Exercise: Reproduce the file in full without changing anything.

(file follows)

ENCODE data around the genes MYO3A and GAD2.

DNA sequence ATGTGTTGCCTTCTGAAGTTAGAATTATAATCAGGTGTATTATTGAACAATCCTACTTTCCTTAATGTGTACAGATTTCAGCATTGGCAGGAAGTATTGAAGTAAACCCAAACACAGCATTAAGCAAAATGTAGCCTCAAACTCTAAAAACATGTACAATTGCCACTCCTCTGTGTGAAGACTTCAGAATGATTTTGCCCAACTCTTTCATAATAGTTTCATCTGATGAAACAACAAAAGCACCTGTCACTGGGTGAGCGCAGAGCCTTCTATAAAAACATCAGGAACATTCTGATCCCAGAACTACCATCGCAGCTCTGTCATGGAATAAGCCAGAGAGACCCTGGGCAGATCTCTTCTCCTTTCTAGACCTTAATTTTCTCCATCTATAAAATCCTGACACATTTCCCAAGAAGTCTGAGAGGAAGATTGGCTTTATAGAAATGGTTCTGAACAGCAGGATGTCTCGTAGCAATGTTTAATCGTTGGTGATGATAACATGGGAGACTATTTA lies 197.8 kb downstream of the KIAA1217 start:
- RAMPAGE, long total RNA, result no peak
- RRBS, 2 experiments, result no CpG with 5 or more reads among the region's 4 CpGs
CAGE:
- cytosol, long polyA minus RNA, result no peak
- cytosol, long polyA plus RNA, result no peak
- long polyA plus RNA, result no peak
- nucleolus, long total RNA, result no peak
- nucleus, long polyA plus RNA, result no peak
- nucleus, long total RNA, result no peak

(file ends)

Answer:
ENCODE data around the genes MYO3A and GAD2.

DNA sequence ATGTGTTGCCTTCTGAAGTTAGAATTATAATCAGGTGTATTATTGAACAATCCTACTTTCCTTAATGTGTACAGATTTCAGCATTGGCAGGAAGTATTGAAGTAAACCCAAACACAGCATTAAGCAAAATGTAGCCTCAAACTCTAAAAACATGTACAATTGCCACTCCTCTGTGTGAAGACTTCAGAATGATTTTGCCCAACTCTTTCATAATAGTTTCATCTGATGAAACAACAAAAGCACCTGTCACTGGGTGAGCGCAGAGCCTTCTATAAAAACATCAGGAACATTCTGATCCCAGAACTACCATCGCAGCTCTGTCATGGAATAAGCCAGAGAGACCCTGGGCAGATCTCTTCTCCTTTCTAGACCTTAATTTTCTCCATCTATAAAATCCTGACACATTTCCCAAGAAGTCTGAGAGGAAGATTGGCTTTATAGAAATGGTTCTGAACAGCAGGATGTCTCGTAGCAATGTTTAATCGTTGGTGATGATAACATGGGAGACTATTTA lies 197.8 kb downstream of the KIAA1217 start:
- RAMPAGE, long total RNA, result no peak
- RRBS, 2 experiments, result no CpG with 5 or more reads among the region's 4 CpGs
CAGE:
- cytosol, long polyA minus RNA, result no peak
- cytosol, long polyA plus RNA, result no peak
- long polyA plus RNA, result no peak
- nucleolus, long total RNA, result no peak
- nucleus, long polyA plus RNA, result no peak
- nucleus, long total RNA, result no peak